Russian Ministry of Justice admits need for law on domestic violence

The Ministry of Justice admitted the need for a law on domestic violence


Earlier, Deputy Head of the Department Mikhail Galperin said that the scale of the problem of domestic violence in Russia is “quite exaggerated.”

The Russian Ministry of Justice actually recognised the seriousness and urgency of the domestic violence problem in an official letter sent to the relatives of four women who had died at the hands of their husbands and partners. This letter states that “the problem of domestic violence is common in many countries, including being an urgent issue for Russia”. It continued to say that “the state is obliged to provide unconditional protection against violence, regardless of who the victim is”.

Earlier, relatives demanded that the Ministry of Justice assess Galperin’s professional suitability following his statements on the exaggerated scale of the problem of domestic violence. This was reported by the publication “Such Cases” with reference to the human rights organisation Zone of Law, which represents the interests of the relatives of the dead women. The Ministry of Justice added that it fully supports the draft law on the prevention of family and domestic violence, but did not specify which version of the document they were referring to.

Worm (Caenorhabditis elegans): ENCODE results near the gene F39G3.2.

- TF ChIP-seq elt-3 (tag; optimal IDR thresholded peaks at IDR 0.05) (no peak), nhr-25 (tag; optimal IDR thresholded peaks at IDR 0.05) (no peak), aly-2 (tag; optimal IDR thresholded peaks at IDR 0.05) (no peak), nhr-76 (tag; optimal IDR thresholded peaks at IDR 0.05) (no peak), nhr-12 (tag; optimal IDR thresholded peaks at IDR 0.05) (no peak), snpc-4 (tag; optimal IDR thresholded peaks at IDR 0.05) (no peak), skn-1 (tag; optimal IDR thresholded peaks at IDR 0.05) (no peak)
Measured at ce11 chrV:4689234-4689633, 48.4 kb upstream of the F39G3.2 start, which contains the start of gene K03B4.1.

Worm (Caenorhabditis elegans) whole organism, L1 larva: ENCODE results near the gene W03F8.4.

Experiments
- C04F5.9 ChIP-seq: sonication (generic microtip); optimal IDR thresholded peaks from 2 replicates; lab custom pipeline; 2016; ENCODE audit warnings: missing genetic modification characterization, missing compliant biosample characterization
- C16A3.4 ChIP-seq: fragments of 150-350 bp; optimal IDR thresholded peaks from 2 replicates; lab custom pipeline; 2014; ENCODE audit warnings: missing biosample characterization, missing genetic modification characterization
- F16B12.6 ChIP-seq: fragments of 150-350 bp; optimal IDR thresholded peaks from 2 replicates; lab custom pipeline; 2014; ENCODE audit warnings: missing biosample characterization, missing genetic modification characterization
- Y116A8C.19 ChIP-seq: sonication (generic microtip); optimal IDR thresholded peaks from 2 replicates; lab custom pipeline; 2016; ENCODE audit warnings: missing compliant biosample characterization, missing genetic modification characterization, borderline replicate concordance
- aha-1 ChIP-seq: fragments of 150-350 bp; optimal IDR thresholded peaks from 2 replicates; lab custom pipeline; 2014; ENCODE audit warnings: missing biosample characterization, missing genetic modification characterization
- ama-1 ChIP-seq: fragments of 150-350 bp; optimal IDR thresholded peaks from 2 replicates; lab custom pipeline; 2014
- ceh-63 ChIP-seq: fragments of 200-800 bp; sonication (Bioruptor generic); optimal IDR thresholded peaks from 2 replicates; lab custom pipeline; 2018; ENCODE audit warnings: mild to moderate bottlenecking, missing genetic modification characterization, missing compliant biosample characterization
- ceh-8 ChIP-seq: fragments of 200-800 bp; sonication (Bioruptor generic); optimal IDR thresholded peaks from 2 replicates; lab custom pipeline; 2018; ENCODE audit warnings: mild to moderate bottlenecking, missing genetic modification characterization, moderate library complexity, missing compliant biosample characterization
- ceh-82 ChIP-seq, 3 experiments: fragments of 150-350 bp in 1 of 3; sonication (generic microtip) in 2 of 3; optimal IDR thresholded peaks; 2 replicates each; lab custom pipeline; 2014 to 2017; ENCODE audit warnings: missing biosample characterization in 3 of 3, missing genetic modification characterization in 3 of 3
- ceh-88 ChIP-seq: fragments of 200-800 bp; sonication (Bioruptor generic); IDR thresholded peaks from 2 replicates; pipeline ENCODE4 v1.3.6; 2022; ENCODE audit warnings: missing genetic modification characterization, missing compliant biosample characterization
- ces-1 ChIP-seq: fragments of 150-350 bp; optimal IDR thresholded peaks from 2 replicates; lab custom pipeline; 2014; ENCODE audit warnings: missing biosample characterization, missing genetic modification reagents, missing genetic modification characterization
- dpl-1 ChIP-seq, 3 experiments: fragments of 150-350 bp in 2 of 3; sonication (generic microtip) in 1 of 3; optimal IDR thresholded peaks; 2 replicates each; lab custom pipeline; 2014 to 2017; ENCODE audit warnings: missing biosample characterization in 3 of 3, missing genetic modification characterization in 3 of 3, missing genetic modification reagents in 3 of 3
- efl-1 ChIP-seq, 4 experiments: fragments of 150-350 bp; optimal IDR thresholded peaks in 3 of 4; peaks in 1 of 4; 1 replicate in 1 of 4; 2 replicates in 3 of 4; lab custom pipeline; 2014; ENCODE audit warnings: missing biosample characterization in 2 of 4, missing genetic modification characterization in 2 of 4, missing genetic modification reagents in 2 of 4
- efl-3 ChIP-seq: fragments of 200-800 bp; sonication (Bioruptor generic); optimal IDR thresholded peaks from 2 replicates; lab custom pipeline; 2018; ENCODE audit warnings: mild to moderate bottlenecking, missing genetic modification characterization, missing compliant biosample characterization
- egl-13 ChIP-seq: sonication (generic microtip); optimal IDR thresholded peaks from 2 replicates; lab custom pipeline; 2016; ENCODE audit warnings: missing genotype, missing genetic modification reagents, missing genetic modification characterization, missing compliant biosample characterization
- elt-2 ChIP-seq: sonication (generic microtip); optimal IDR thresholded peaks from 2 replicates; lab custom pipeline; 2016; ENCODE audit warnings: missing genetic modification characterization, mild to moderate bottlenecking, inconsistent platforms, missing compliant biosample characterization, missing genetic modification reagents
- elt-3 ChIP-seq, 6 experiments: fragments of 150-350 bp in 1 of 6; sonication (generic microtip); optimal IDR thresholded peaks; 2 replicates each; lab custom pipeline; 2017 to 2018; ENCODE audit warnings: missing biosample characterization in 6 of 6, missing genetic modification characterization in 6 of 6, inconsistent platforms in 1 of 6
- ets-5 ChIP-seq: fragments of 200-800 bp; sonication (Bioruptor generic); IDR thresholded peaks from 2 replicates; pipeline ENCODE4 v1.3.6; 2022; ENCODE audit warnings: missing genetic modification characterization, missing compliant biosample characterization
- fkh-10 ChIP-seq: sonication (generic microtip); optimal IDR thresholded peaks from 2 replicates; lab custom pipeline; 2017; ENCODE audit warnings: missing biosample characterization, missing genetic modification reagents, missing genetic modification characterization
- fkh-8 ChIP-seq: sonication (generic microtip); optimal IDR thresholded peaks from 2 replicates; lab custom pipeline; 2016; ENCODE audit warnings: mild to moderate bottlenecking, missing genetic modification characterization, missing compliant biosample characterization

The original letter was sent to the Ministry of Justice by Shavkat Khusnullin (father of the deceased Gulnaz Badertdinova from the Samara region), Nikolai Ovchinnikov (father of Anna Ovchinnikova who was murdered by her husband and from the Chuvash Republic), Alexander Savchuk (father of Yana Savchuk who was beaten to death by her partner in the Orel region), and Roxanna Zaseeva (the sister of Regina Gayevoi from North Ossetia, who was stabbed to death by her ex-husband in a fit of jealousy).

In Russia, a special law on the prevention of family and domestic violence is being developed. The bill should give victims the right to protection from the aggressor, in particular a restraining order. According to the centre, 95% of domestic violence victims are women.